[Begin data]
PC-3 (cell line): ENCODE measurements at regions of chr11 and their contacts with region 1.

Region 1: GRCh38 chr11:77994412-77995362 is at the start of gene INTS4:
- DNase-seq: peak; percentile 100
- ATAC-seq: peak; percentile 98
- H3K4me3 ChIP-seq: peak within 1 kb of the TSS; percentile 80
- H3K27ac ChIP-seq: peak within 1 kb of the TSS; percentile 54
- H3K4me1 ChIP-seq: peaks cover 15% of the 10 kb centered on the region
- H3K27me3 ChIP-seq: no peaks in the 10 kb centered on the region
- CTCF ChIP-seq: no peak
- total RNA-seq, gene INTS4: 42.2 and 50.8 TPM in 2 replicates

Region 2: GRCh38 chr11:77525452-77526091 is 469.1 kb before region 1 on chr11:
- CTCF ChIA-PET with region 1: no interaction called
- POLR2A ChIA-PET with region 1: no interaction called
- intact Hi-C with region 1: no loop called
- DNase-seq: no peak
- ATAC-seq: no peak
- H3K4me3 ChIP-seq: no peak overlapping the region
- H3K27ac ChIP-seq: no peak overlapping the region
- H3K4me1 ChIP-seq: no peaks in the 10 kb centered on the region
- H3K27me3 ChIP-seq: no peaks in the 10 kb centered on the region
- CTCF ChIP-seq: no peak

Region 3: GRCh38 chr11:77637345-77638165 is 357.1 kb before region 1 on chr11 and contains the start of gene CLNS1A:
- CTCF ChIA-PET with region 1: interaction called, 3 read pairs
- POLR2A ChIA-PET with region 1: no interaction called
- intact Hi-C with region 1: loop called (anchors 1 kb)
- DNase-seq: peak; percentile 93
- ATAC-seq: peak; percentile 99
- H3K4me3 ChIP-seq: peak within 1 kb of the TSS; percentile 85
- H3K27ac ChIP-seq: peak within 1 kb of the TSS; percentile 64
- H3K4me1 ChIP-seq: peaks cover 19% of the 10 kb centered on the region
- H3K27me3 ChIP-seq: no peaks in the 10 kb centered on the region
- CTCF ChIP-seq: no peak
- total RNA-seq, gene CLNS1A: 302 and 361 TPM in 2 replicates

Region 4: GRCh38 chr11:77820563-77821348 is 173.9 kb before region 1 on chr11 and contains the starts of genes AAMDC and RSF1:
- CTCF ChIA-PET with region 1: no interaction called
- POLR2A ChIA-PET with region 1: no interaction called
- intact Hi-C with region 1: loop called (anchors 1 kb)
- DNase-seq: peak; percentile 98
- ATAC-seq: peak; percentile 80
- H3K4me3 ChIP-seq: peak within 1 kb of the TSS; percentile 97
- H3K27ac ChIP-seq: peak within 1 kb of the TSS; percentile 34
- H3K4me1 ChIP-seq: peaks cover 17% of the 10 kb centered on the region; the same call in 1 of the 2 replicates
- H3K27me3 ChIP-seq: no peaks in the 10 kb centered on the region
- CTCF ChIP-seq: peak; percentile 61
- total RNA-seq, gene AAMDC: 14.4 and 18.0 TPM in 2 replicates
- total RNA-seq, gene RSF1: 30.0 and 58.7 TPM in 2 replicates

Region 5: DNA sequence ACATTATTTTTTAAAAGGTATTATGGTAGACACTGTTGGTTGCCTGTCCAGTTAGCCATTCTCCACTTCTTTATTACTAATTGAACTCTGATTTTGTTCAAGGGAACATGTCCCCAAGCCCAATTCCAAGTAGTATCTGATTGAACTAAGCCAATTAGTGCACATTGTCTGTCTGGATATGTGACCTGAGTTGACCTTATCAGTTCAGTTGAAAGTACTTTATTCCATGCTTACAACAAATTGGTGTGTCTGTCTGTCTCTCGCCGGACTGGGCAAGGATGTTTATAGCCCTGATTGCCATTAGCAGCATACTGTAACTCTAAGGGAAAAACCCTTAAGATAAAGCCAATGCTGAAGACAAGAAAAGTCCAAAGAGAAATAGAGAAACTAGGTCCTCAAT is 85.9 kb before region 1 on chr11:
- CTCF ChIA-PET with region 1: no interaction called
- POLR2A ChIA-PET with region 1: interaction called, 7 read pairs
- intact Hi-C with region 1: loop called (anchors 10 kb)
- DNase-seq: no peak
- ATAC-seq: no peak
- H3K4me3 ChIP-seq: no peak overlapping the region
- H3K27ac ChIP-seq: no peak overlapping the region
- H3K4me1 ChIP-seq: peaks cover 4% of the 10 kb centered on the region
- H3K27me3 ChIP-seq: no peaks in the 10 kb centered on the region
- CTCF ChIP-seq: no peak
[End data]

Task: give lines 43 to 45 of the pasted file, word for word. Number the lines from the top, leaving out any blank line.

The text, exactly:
- H3K27me3 ChIP-seq: no peaks in the 10 kb centered on the region
- CTCF ChIP-seq: peak; percentile 61
- total RNA-seq, gene AAMDC: 14.4 and 18.0 TPM in 2 replicates